CAFE SOCIETY

by Alan Yudman

If you go to a Woody Allen movie you can rely on several things. Jazz, jokes and angst. Sometimes the angst is extreme (BLUE JASMINE and INTERIORS jump to mind), sometimes it is purely comic. CAFE SOCIETY falls toward the comic end of the spectrum and with a cast that is new to the Allen oeuvre.

Jesse Eisenberg is Bobby Dorfman, the youngest of three siblings who grew up the children of a jeweler in Brooklyn. Bobby has bigger aspirations and goes to Hollywood seeking a job with his Uncle Phil (Steve Carell), the big Hollywood agent. He meets Vonnie (Kristen Stewart), his Uncle’s secretary and is smitten. But Vonnie is seeing someone else. She tells Bobby that her boyfriend is a journalist. That’s not true, but I’m not going to spoil that. Matter of fact that is all I can reveal of the plot without spoiling the whole thing.

If you are a fan of old school Woody Allen, this you will enjoy this immensely. The slightly angst-ridden protagonist, the overly specific Jewish family, lots of sexual innuendo, romance and disappointment. There are writers who’s dialogue is instantly familiar. Aaron Sorkin, David Mamet and Wes Anderson are three. You could be blindfolded in a dark room and just hear their words and know who wrote what. Allen is the another. The smart-aleck tone to everything. The reverence for romanticism. The hopefulness in every disappointment. And of course the humor. It is familiar and fun and I could watch his movies forever.

The cast is wonderful. Eisenberg is the heir apparent to Allen’s nebbishy neurosis. Stewart continues to impress with every role that distances her from The Twilight movies. Carell is rock solid. Corey Stoll is wonderful as Bobby’s hoodlum brother and Jeannie Berlin and Ken Stott are the wonderfully stereotypical old world Jewish mother and father.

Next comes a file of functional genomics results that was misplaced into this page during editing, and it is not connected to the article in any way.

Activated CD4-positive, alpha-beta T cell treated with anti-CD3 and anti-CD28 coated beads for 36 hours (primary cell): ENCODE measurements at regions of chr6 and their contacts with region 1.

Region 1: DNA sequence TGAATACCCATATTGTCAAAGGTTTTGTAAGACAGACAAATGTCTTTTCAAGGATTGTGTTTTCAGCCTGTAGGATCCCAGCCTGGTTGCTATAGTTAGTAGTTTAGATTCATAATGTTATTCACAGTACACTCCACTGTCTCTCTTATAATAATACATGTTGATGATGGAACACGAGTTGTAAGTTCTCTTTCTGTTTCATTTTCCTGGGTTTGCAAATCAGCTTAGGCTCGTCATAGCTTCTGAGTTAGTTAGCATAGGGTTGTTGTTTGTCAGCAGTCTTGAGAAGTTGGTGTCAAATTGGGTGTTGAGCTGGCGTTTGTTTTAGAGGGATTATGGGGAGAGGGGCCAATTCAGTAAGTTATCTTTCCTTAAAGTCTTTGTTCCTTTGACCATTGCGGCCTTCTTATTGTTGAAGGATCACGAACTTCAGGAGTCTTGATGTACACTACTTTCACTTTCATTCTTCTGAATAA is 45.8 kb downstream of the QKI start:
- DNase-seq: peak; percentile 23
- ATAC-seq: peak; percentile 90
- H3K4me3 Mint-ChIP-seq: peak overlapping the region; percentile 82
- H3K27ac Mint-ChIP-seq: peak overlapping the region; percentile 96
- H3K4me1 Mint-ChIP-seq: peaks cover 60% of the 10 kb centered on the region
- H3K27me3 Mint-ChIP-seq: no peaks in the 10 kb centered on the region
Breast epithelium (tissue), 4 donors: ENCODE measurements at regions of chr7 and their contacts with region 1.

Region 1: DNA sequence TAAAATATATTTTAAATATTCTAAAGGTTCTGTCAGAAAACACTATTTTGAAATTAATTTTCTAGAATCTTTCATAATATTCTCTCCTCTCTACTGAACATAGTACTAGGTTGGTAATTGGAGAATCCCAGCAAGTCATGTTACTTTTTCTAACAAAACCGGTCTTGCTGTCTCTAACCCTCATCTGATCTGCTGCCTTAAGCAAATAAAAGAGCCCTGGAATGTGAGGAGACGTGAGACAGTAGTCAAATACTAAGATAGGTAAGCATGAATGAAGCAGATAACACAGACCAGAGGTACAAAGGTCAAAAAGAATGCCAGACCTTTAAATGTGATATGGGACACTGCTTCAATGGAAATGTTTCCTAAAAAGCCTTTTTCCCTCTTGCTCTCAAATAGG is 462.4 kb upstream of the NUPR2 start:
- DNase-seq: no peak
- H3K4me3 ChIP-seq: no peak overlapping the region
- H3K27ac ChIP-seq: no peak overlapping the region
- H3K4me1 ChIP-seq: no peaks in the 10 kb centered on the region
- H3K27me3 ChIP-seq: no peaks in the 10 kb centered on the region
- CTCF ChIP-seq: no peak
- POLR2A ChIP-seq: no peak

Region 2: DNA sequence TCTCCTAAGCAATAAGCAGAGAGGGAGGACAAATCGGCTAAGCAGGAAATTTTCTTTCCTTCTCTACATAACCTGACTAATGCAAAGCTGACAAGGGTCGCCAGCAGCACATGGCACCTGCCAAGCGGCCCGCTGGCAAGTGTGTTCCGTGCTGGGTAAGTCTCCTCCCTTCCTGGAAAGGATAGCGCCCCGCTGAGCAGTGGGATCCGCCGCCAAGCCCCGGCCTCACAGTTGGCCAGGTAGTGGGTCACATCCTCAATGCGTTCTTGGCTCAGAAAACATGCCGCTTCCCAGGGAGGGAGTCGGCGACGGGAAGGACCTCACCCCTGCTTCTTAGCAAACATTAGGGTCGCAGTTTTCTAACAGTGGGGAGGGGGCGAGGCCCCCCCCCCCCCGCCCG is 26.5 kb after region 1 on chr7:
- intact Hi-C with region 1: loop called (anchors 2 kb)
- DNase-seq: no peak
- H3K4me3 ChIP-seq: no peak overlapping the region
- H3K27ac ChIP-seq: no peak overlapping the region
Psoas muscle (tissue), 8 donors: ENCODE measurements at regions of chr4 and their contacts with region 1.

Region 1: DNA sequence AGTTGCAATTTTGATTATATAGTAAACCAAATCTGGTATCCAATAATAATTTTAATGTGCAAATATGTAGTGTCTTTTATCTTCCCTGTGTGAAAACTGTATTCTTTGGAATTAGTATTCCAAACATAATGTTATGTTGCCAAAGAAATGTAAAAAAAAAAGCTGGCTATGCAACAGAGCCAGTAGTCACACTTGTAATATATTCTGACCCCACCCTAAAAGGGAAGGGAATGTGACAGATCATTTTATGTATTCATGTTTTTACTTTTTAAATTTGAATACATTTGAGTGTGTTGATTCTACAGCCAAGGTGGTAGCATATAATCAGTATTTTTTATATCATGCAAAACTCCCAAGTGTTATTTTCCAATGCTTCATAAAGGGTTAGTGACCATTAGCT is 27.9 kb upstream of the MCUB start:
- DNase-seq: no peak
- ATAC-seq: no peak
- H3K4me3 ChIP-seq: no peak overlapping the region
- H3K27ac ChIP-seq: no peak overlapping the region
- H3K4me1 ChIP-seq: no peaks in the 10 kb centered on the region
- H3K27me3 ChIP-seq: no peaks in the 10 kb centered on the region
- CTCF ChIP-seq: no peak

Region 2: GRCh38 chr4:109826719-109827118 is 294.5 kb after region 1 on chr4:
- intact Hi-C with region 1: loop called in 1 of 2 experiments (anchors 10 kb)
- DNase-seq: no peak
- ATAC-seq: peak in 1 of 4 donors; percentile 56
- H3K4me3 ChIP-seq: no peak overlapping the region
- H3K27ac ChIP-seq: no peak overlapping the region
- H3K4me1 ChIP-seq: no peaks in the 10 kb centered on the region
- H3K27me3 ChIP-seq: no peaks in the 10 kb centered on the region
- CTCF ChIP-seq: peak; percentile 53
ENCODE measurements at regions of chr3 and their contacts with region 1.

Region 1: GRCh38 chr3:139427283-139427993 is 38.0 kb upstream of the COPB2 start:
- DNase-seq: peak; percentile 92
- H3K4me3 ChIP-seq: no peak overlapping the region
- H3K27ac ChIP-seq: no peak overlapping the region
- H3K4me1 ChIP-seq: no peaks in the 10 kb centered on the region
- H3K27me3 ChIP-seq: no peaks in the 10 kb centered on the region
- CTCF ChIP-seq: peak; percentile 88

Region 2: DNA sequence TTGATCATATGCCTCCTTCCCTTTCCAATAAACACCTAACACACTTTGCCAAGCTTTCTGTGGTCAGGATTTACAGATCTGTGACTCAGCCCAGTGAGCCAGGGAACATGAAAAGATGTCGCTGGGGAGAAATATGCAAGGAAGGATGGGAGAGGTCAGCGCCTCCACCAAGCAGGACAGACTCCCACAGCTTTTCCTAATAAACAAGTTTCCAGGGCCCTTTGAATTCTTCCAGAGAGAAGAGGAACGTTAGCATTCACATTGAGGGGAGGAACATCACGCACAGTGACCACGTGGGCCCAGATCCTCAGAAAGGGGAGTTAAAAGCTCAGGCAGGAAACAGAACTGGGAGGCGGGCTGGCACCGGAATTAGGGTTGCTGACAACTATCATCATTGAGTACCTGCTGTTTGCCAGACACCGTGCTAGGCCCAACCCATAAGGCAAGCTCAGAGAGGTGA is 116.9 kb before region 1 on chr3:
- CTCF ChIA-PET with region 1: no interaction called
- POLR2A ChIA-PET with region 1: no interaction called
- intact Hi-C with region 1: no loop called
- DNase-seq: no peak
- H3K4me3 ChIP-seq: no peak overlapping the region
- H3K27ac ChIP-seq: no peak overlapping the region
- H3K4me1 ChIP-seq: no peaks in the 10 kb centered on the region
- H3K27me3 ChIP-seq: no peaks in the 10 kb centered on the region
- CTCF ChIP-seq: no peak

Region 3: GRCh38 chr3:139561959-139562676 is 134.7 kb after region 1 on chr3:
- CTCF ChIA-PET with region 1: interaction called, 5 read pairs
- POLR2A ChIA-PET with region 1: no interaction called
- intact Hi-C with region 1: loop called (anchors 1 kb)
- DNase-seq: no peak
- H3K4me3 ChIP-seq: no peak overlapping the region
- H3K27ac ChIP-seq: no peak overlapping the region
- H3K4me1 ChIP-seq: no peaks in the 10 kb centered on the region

CAFE SOCIETY is not deep, nor poignant in any real way. But it is nearly flawless. It is a testament to Allen’s genius as a filmmaker. If you have 95 minutes to kill, you cannot find a better way to occupy that time than by watching this film.

Leave a Reply

Fill in your details below or click an icon to log in:

WordPress.com Logo

You are commenting using your WordPress.com account. Log Out / Change )

Twitter picture

You are commenting using your Twitter account. Log Out / Change )

Facebook photo

You are commenting using your Facebook account. Log Out / Change )

Google+ photo

You are commenting using your Google+ account. Log Out / Change )

Connecting to %s